With good reason. Visibility was poor and the wind was strong. I cut out all the lifts on Mannlichen and went straight to Gummi. From there I went to Arven and from the top of that lift I skiied to the village. This produced a paltry total of three lifts, 1,384 vertical metres and 11 kilometres skiied. Still, it meant I was showered and on the 12.03 train with ease. Home on time for dinner with Mrs IS, or so I thought.

I don’t want to seem like I am complaining – after all I was lucky enough to have a few wonderful days in the mountains – but sometimes it seems the weather gods are working against you. I think it is the Hollywood version of Jason and the Argonauts (one of the films of that ilk anyway) where the Greek gods are looking down from a gap in the clouds at man’s puny attempts to cope with what is thrown at him, presumably before they pop over to the dining table to see what Artemis has speared for them. I think often of that scene when struggling with trains and planes and the effects of weather.

I arrived at Zurich airport in good time. The concourse seemed unusually busy, but my flight was listed as being on time. I tried to use the electronic check in and was referred to a supervisor. Who told me that City airport was closed due to snow. I had to spend the night in Zurich. Swiss are well geared for this eventuality and dispense hotel rooms to its stranded clients. However, so many people were stranded, they had run out of rooms and I made my own arrangements. This turned out to be a good thing. Most of the airport hotels are a mini bus ride away and entail a ridiculously early start for the first flights. Instead, I managed to book into the Radisson, which is a full fifty metres from the terminal. Swiss picked up the bill kindly.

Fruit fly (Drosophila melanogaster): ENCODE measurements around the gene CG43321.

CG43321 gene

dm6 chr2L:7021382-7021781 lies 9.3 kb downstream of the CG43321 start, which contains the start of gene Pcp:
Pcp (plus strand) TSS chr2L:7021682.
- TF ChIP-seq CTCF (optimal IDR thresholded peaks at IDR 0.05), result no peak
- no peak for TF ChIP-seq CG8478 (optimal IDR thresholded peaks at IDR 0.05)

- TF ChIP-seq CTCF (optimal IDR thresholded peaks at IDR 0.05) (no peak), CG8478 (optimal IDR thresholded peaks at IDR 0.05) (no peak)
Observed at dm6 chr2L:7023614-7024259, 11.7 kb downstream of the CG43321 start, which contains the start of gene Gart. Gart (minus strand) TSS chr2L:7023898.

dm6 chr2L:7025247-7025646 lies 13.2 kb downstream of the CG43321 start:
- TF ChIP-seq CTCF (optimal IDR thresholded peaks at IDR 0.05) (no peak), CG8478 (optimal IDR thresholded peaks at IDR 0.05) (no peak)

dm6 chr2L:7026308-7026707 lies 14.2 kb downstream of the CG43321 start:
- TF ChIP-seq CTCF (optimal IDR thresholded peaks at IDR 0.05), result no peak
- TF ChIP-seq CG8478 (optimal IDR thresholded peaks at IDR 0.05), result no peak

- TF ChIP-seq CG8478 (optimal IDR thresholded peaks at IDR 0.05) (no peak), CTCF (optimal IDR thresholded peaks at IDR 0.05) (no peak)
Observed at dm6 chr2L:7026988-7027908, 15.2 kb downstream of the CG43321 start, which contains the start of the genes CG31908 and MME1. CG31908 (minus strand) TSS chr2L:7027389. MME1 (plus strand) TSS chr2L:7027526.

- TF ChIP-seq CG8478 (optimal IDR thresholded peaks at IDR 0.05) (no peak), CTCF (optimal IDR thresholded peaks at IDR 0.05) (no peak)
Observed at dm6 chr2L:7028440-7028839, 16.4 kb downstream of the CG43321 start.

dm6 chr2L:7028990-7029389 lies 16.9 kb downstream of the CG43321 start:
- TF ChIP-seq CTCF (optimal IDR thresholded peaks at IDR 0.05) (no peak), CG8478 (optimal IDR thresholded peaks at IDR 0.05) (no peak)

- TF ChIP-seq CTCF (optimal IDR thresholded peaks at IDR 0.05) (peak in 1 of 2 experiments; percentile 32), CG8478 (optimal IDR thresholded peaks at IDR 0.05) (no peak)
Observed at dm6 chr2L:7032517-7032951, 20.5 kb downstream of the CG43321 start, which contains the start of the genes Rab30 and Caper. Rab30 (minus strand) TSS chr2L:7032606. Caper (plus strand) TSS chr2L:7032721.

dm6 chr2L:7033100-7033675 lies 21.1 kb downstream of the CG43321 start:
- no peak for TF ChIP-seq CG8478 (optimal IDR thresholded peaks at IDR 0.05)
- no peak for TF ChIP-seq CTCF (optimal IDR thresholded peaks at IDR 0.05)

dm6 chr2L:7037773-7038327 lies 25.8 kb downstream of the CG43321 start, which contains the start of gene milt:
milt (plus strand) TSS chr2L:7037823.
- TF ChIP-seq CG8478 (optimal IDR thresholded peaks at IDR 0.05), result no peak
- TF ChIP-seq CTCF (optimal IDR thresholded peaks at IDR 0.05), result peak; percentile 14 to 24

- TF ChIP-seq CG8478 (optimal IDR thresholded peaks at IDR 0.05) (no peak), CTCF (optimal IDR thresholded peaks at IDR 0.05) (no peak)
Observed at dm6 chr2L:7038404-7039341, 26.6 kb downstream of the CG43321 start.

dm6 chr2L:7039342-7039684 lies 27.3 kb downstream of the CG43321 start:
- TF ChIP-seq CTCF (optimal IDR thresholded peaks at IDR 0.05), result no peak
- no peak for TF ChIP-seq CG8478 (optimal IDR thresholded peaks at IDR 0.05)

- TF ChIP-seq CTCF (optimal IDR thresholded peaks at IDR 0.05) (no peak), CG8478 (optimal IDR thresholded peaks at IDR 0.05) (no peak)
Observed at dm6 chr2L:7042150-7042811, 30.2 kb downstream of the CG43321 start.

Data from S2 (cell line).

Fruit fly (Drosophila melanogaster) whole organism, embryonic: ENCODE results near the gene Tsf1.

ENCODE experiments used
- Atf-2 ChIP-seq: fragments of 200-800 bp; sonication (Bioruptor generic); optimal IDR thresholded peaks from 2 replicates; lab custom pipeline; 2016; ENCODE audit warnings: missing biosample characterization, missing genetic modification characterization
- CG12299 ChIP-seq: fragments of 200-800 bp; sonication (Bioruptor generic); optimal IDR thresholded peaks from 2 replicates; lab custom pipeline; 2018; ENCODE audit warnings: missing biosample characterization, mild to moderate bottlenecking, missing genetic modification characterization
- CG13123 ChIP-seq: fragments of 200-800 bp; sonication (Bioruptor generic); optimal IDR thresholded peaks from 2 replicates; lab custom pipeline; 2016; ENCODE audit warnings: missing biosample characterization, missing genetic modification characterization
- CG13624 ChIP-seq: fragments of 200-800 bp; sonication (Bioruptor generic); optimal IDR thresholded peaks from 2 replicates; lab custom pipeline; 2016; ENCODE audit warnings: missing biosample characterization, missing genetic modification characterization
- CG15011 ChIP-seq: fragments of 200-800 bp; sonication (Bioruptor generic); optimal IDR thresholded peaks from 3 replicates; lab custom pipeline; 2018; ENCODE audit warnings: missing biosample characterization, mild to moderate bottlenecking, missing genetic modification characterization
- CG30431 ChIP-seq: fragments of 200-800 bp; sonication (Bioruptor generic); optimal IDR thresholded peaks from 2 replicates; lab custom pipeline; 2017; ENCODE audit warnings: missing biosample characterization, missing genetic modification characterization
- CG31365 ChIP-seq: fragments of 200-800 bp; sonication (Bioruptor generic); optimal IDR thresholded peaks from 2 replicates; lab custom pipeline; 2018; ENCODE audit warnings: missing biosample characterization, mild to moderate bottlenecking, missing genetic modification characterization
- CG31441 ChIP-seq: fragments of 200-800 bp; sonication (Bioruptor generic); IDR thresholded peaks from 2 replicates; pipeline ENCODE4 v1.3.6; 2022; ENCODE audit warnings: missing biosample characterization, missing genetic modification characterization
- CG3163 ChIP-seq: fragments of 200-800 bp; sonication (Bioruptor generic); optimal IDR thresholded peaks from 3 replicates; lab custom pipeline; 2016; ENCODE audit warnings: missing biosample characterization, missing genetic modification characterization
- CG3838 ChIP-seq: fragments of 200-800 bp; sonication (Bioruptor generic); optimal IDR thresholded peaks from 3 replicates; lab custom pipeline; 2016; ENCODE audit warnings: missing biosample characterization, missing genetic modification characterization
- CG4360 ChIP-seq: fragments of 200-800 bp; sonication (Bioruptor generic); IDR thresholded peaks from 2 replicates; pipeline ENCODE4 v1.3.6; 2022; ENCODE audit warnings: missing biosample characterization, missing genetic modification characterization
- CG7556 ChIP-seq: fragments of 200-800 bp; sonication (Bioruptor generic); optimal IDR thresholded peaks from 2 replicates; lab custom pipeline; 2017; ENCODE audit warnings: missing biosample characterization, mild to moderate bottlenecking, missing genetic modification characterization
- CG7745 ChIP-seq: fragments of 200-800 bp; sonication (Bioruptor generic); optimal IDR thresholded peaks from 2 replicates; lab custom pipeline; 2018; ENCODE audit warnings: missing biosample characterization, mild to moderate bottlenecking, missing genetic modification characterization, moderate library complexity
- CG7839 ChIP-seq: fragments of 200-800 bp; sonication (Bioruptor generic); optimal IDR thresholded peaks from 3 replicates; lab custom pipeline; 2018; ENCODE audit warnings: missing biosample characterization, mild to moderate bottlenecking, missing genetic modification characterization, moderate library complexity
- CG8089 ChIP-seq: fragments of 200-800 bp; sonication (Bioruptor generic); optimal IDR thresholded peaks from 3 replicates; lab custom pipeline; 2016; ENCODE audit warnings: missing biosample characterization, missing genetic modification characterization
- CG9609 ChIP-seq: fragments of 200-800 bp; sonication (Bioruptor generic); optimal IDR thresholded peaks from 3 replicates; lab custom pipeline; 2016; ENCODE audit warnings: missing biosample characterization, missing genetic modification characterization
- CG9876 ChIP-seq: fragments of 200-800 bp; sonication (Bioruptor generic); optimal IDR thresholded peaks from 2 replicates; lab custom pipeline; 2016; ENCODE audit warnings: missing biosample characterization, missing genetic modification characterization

A quick shopping expedition for that essential tooth brush and some other things saw me pretty much at a loose end by early evening. So what to do? I have been through Zurich many, many times but have never seen the City. By repute, the old town is beautiful. A quick train ride back to the main station and a few directions from a passer-by set me up to find out. However, there was a Christmas market next to the station and an hour was spent there. Interesting enough, but pretty much like the Christmas market Mrs IS and I had visited in Basel the previous year.

I also idled some time in a bar of Art Deco spleandour and by the time I set out for the old town, it was raining the Swiss German equivalent of stair rods. My coat was one of those padded jobs which act like a sponge in rain, so exploration of the old town was cancelled. Instead I had dinner in an Italian restaurant in the airport shopping area.

The following morning, everything worked. A 6.40 flight and the hour’s time gain saw me in the office before anyone else. So ended the first skiing expedition of the season.